Terrorism Risk Insurance Act Set to Expire December 31, 2014 -- FAQs on TRIA Expiration

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We want to keep you informed of recent developments regarding the Terrorism Risk Insurance Act (TRIA).  TRIA was created as a result of the 9/11 terrorist attacks. The act created a federal backstop for insurance claims related to terrorism events in the United States.

Despite bipartisan support for the program, and previous TRIA extensions passing both the Senate and House by huge margins, the Senate recently adjourned without voting on final passage of a long-term TRIA extension.

The bill was blocked in the Senate over concerns with add-on provisions related to the Dodd-Frank Act and the creation of a National Association of Registered Agents and Brokers. While these provisions were unrelated to the TRIA program itself, the objections were enough to derail the entire legislation. As a result, TRIA will expire on January 1, 2015. 

The following questions and answers address the major issues that you should be aware of as TRIA's expiration approaches.

What impact will TRIA expiration have on availability of coverage?
Beginning on January 1, 2015, the United States government will no longer reinsure the private insurance market for terrorism coverage. This means that insurers may stop underwriting such coverage, particularly in high-risk areas such as New York, Chicago, Los Angeles, etc. If insurers reduce their exposures, then insureds may struggle to obtain adequate terrorism coverage at prices they can afford.

What impact will the expiration have on lending and development projects?
Since 9/11, most lenders have required commercial borrowers to obtain and maintain terrorism coverage for major construction and development projects. If insureds cannot find such coverage, then current and future lending agreements could be at risk. This could cause delays or cancellation of development projects.

Will this affect my current policies?
Many current policies contain sunset provisions stating that if TRIA is allowed to expire, then the policies' terrorism coverage will terminate on December 31, 2014.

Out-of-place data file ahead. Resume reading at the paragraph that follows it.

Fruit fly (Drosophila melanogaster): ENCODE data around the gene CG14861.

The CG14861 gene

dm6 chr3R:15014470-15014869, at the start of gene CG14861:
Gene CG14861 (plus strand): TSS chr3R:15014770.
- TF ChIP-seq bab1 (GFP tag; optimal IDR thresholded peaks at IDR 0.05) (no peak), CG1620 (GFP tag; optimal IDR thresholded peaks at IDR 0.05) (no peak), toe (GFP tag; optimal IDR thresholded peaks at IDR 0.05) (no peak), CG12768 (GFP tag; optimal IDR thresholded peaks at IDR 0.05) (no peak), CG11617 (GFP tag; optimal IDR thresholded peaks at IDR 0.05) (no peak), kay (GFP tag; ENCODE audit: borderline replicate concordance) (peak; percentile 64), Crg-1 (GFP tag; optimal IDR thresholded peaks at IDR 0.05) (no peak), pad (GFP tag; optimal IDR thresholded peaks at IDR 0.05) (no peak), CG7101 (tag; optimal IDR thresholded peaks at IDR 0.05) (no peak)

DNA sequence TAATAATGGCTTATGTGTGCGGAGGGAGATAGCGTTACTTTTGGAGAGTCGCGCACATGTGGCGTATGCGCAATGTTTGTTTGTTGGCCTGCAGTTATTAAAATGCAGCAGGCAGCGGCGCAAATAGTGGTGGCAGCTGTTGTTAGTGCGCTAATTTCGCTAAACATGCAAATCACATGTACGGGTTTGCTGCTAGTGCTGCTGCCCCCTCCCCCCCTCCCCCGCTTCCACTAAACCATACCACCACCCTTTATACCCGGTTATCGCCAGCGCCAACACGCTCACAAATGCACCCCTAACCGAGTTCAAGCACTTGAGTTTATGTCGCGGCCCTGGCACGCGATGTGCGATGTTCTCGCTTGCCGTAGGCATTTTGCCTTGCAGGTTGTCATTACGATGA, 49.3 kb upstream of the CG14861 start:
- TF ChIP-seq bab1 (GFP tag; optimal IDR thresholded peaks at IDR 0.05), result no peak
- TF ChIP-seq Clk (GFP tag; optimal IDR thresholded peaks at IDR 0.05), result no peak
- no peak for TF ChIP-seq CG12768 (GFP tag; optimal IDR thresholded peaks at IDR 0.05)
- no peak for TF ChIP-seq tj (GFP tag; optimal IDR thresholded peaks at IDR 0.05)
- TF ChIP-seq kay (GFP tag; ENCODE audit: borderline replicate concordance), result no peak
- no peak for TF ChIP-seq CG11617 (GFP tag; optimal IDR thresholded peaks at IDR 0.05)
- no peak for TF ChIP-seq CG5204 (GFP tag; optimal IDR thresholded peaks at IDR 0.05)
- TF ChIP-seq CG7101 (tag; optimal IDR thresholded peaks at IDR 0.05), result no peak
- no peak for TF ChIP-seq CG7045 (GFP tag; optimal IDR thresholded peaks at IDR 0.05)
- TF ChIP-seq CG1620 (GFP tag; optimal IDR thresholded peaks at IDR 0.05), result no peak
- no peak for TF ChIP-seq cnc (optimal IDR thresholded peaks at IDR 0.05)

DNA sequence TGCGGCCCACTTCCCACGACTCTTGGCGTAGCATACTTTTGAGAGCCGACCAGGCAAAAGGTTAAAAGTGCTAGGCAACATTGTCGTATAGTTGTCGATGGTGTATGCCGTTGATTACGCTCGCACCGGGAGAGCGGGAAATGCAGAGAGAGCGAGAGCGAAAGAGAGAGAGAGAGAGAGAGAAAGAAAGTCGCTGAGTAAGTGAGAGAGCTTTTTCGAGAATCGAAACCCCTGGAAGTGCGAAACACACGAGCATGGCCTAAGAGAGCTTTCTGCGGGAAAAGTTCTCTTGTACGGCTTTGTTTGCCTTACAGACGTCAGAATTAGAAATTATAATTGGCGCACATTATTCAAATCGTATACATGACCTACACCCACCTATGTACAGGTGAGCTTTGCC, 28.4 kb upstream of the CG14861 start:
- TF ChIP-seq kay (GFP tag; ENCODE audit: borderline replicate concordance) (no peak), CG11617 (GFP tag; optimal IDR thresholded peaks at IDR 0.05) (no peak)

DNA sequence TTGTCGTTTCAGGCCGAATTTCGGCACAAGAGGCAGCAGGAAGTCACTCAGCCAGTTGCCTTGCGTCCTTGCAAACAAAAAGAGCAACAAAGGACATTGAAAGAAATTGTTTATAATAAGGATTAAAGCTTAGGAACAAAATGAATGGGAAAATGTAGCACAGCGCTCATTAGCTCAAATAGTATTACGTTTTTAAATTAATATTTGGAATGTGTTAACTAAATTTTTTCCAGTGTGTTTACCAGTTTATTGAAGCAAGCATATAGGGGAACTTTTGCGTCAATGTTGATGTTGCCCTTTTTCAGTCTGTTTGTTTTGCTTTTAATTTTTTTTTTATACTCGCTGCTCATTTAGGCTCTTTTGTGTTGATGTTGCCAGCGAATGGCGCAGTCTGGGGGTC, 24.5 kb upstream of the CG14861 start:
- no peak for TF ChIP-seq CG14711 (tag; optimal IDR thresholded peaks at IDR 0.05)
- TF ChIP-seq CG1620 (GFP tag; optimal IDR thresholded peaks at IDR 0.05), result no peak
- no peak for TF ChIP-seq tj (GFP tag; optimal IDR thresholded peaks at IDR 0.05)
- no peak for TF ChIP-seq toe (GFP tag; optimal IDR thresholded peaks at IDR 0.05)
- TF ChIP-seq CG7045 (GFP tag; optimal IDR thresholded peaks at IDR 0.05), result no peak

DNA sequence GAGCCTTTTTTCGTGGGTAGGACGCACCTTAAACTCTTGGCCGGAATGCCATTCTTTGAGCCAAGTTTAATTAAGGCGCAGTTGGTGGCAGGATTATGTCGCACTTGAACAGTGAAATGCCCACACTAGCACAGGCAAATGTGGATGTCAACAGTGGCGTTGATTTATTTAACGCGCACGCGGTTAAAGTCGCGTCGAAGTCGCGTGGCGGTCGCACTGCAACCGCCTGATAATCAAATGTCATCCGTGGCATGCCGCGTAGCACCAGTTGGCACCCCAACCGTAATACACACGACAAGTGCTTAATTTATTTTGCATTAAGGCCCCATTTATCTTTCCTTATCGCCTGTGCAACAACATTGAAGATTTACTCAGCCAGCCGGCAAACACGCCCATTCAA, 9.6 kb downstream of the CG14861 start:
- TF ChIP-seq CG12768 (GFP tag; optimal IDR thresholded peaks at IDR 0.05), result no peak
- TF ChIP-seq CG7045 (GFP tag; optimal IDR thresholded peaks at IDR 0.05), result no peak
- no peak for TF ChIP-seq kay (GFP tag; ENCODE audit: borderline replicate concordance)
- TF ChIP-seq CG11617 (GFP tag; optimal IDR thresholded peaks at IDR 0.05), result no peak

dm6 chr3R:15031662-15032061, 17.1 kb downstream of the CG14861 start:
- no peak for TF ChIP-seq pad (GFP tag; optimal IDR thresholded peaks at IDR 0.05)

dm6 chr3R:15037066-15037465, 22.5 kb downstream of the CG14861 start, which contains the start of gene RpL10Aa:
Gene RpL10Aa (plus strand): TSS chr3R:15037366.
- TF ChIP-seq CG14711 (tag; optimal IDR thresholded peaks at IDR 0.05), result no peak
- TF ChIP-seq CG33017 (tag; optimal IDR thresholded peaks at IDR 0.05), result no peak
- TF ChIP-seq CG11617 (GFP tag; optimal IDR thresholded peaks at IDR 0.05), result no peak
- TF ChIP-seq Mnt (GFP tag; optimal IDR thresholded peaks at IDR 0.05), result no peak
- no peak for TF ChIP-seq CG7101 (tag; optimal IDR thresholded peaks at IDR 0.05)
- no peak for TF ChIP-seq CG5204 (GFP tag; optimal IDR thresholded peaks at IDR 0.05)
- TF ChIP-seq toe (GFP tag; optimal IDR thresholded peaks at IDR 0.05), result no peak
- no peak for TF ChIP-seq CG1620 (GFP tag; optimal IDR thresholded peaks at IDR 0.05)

Will my Workers’ Compensation coverage be affected?
State laws prevent exclusions for terrorism coverage in Workers' Compensation policies, so your current workers’ compensation policies are not in danger of cancellation. However, many policies contain language allowing the insurer to revisit pricing.

What is the outlook for an extension in 2015?
We will likely need to wait until mid-January to get a clear picture of the new Congress' plan to deal with a TRIA extension. However, there have been signals from Speaker of the House John Boehner and Senator Charles Schumer that there are plans to deal with TRIA immediately upon returning to Washington.

Are there other ways to purchase Terrorism coverage?
Stand-alone Terrorism insurance coverage is available in the market. These products actually address terrorism exposures in a broader manner than TRIA. For coverage to be triggered under TRIA, it must be certified by the Secretary of the Treasury, the Secretary of State, and the Attorney General of the United States. The certification guidelines are as follows:

  • An event must be an act of terrorism
  • An event must be violent, dangerous to human life, property, or infrastructure
  • The act must cause damage within the United States or to an air carrier or vessel or on the premises of a United States mission
  • The intent of the act must be to coerce the U.S. population or affect the conduct of the U.S. government  
  • If an act takes place and it is related to a war declared by Congress, the act may be certified for only workers' compensation coverage. Further, no action is certified if the commercial property and casualty aggregate losses are less than $5,000,000

The limitation inherent in TRIA coverage means that most terrorist events are not officially certified and are uncovered.  Recently, the 2013 Boston Marathon bombing did not meet the required threshold and created a coverage gap for many businesses affected by the attack. To date, no terrorist act has triggered coverage under the act.

Typically, a standalone terrorism insurance policy has a very broad definition of Terrorism: "An act, including the use of force or violence, of any person or group(s) of persons, whether acting alone or on behalf of or in connection with any organization(s), committed for political, religious or ideological purposes including the intention to influence any government and/or to put the public in fear for such purposes"

If you have any questions and/or comments, or would like to share your experience in dealing with the TRIA lapse, please contact your Equity Risk Partners representative, or email us at info@equityrisk.com.